The following is a cumulative listing of contributors to the upkeep of “The Old War Horse” for the period July, 2003 through the current month. Ben Baird Lloyd Brooks Richard Campbell Gene Carty Earl Carwile Phil Cheatham Brian Cowardin Gary Cowardin* Taylor Cowardin Lee Crenshaw Raymond Crews* John Deacon Jerold Evans Shirley Ferguson† David George David Harris Pat Hoggar Jack Kane* Michael Kidd* Roger Kirby Frank Marks Lewis Mills* Joe Moschetti* John Moschetti* Preston Nuttall Ken Parsons* Rufus Sarvay* Wally Scott Bill Setzer John Shumadine Austin Thomas Walter Tucker* John Vial* Patricia Walton†† David Ware Jerry Wells§ Harold Whitmore Hugh Williams Bobby Williams* Legend * - Multiple contributions † - In Memoriam- Commander “Hef” Ferguson ††- In Memoriam- Commander “Chuck Walton” § - Visitor Donation From July to date, 61% of our members have made a donation to the upkeep and well-being of “The Old War Horse!!” Thanks to all of you for your help.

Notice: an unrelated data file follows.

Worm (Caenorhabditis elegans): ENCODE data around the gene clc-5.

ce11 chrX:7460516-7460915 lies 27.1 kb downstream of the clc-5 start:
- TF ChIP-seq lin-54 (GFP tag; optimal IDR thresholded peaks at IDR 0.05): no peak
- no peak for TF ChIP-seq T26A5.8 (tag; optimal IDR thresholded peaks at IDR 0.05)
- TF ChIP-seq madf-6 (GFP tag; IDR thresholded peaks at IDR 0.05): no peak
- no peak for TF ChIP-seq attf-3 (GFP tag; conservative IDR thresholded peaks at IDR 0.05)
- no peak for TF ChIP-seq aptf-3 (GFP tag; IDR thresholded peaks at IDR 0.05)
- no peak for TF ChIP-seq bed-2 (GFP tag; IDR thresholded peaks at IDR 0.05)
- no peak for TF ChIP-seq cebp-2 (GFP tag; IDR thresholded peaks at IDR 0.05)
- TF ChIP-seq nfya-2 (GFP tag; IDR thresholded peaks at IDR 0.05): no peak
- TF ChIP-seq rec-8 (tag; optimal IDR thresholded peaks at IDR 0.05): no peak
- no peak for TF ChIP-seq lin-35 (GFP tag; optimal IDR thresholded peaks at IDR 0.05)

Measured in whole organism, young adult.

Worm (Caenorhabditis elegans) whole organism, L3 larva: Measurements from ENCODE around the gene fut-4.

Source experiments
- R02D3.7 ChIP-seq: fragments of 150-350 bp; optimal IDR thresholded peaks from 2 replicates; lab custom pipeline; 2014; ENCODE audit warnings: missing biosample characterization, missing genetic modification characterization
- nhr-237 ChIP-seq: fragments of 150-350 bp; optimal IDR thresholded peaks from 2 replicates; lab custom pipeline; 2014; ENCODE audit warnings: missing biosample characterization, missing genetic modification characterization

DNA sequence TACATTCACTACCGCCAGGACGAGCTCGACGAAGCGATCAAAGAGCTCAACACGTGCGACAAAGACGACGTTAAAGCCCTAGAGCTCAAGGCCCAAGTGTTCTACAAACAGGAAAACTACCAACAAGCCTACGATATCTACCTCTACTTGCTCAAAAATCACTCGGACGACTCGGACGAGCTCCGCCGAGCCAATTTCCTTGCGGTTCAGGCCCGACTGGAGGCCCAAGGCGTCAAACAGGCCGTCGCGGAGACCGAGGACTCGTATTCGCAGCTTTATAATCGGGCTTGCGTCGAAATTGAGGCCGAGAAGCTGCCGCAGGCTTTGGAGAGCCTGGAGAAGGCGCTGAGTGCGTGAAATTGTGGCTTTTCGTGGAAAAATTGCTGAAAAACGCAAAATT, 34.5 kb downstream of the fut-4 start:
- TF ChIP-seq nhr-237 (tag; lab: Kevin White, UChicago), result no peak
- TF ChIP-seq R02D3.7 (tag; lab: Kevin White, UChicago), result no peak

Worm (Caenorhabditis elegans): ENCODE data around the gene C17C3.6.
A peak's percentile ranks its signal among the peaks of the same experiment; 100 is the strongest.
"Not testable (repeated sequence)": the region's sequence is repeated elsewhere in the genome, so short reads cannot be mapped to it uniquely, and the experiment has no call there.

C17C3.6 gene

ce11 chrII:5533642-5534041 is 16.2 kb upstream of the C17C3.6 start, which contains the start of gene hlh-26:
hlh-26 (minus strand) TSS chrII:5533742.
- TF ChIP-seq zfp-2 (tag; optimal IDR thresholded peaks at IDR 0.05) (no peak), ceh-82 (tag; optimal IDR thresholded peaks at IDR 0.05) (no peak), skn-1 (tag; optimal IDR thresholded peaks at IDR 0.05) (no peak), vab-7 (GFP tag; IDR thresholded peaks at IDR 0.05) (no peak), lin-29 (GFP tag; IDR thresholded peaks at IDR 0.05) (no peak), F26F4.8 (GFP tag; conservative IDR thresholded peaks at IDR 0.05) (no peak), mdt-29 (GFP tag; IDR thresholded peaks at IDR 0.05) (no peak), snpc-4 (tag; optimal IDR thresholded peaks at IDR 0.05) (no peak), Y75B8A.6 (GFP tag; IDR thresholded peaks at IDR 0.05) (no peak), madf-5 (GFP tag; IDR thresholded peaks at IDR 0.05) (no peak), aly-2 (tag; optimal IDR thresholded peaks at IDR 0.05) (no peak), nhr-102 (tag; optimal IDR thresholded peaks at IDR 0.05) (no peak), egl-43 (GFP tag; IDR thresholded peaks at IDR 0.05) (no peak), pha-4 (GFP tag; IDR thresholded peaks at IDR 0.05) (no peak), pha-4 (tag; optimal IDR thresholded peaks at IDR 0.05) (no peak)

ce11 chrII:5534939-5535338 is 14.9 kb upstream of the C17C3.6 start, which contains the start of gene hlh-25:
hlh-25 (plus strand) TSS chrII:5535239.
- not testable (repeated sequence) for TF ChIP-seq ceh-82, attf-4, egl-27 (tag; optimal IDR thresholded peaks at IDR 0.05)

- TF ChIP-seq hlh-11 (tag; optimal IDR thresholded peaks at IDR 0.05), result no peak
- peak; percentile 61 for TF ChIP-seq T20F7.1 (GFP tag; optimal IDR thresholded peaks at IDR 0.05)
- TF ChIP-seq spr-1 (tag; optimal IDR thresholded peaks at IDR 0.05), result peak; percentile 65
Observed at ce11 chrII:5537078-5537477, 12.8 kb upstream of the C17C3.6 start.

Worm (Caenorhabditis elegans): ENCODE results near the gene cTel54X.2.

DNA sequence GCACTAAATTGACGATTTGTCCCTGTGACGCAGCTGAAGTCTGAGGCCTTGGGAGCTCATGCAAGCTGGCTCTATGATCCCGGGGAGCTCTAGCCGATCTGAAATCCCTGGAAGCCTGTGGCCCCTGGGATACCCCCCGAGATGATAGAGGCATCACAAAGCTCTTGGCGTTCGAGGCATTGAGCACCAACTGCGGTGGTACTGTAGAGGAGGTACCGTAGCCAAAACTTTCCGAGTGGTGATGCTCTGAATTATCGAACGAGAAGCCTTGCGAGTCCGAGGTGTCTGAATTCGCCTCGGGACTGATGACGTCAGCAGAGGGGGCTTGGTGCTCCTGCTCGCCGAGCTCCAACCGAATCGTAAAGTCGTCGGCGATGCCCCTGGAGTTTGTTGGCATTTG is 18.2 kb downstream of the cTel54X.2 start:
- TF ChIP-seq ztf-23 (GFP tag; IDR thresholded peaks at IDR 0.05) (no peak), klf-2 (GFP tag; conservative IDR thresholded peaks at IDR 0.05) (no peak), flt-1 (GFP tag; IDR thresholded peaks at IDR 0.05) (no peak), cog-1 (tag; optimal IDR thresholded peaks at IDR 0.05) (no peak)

2003- 2004 CAMP OFFICERS LONGSTREET CAMP #1247 Commander: Harry Boyd 741-2060 1st. Lt. Cmdr.: Taylor Cowardin 356-9625 2nd Lt. Cmdr.: Michael Kidd 270-9651 Adjutant/Treasurer: Walter Tucker 360-7247 Quartermaster: R. Preston Nuttall 276-8977 Chaplain: Henry V. Langford 340-8048
Our speaker for April will be Charles Peple, Director of Research and Development for Henrico County. Mr. Peple will make a slide presentation on using GPS and other modern technology, along with aerial photographs and Civil War maps, to define the extent of the battlefield of New Market Heights. This is sure to be an interesting presentation. Taylor Cowardin